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Two Years' Worth of Disneyland Resort Updates


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  • [Review] Two Years' Worth of Disneyland Resort Updates

    After quite some time, I finally made my way back to the resort. The last time I was at Disneyland was for the first Disneyland After Dark event with Throwback Nite in January 2018. Prior to that, I had last visited the parks with their three-day SoCal Resident pass in the spring of 2017. In that time, there have been plenty of changes to the parks that I have yet to experience in person. Now, as I sit in my room watching Leslie Iwerks’ “The Imagineering Story” on Disney+, with seeing golden Imagineers cry over losing Walt in 1966, I feel compelled to offer my opinions on the park.

    Be warned, these reviews might not be what you’d expect from the Micechatter you’ve come to know. Or they’ll be exactly what you’d expect.

    Park Ops and General Experiences

    I visited DCA on Friday (11/8) and Disneyland on Saturday (11/9). The first day had such light crowds, I almost regretted only spending it at DCA. We only had about a half-day of time, so it was really a judgment call whether we would be able to spend enough time in Disneyland. All of the rides in DCA had short wait times and the light crowds were moving through efficiently. The Festival of Holiday booths had relatively short lines. Few people seemed to be aware of or take advantage of the fact that you could order for any booth from a single register and just take your receipt to pickup your food. This was a little-known-fact that we exploited. When it came time for World of Color’s second showing, Cast Members took down the Fastpass sections because it was so empty. Altogether, everything ran so smoothly that me and my whole party had among one of the most pleasant days we have ever experienced at the resort. This day was truly a highlight.

    It made the next day a bit harder to bare. We stayed off property at HoJo Anaheim and entered from Harbor Blvd. early in the morning. The crowds were at peak levels. It was my first time seeing the redone Harbor Blvd. security tents covering from end-to-end of the esplanade, and every booth was staffed with one security guard per table. It took us about 40 minutes to get through security at 9am, which is crazy to me. The second half of our party spent an hour waiting for bag check starting at 10:30am. It seems like they were doing all they could, and it was great to see that security did not skimp on checking bags just to move crowds through. When I was in line and when the rest of my party was in line, we both saw people collapse. The first time it was a child, and security handled the issue beautifully with just giving the child extra attention from a clear position of authority. The second time, it was an adult and they summoned medical staff much more quickly. Needless to say, the Cast Members handled the issue beautifully. It’s obvious they weren’t dealt the best hand, but I can’t help but wonder if Disney could check two bags at a table at a time if they just made them a little bit longer.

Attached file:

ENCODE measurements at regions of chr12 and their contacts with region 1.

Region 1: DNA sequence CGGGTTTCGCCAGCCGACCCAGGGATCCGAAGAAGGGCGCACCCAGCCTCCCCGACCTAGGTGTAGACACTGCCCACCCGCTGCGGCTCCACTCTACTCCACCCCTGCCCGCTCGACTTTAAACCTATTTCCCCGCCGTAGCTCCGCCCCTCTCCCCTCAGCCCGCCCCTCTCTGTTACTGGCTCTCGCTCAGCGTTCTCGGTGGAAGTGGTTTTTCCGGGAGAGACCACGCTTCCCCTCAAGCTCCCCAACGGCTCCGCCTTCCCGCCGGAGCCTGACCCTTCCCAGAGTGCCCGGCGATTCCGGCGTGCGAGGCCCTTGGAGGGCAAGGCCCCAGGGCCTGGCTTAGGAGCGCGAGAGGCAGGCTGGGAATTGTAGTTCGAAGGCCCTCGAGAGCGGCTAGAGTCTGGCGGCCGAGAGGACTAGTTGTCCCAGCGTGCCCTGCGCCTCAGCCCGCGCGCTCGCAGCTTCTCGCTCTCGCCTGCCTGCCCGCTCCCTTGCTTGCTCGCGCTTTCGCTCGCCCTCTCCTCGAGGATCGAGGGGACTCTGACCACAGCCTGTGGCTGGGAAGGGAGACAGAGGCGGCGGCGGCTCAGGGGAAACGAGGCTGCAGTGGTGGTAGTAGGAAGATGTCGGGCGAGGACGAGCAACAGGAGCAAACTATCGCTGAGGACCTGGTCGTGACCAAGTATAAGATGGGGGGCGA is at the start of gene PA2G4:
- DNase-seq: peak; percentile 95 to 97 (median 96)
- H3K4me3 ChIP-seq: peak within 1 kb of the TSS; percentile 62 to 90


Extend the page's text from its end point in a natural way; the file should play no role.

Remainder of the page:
Once in Disneyland, the walkways were packed to the gills. Fastpasses ran out quickly for Matterhorn. Poor Cast Members faced the wrath of moms of 10-year-old cheerleaders who had to wait longer than the 2-hour posted wait time. Clearly it wasn’t their fault that only one track was running, but guests paying $150 + upcharges feel they have to vent somewhere. I doesn’t seem reasonable to make guests wait 30 minutes in a line at City Hall just to complain about the lines. With that lone exception, most of the lines I experienced were manageable. Waits got as high as 30 minutes for the Jungle Cruise for me (wouldn’t have done it if not for hosting an out-of-town friend), but I also never waited more than an hour. To be sure, waits got as high as 85 minutes for things like Indiana Jones and Thunder Mountain, but we were able to avoid the waits by paying for MaxPass. The park would not have been bearable or even worth our time without this.

    For some reason the air-conditioned Space Mountain queue was not open while guests like myself baked in the sun on its roof. If they’re going to do this, they should at least reinstate the switchbacks to get people into the shade. Cast Members worked quickly to keep guests moving through rides to a degree I have never experienced. The high throughput was a little jarring at first, but knowing that it kept my wait short made it fine with me. The result was that there would sometimes be empty rows on major rides like Splash Mountain and Space Mountain if guests weren’t paying close enough attention. The crowds were so heavy and being pushed through so quickly that by the time I got off Splash Mountain, I had missed my picture. Other people suffered the same fate and there was a backup in the area. The same thing happened at Space Mountain a couple hours later. I went to the Main Street Photo Supply Co. at the end of the night and Cast Members were able to pinpoint by Splash Mountain photo based on the time that we went on the ride. As for Space Mountain, they told us that they installed a new camera last week and have been encountering problems with it. Despite me giving them a precise time for our ride, they could not find the photo and said it was likely they had not been uploaded yet because of the new camera. They were very helpful despite it being after midnight. Credit to all the Cast Members that faced certainly painful crowds and still did their jobs well, always being nice.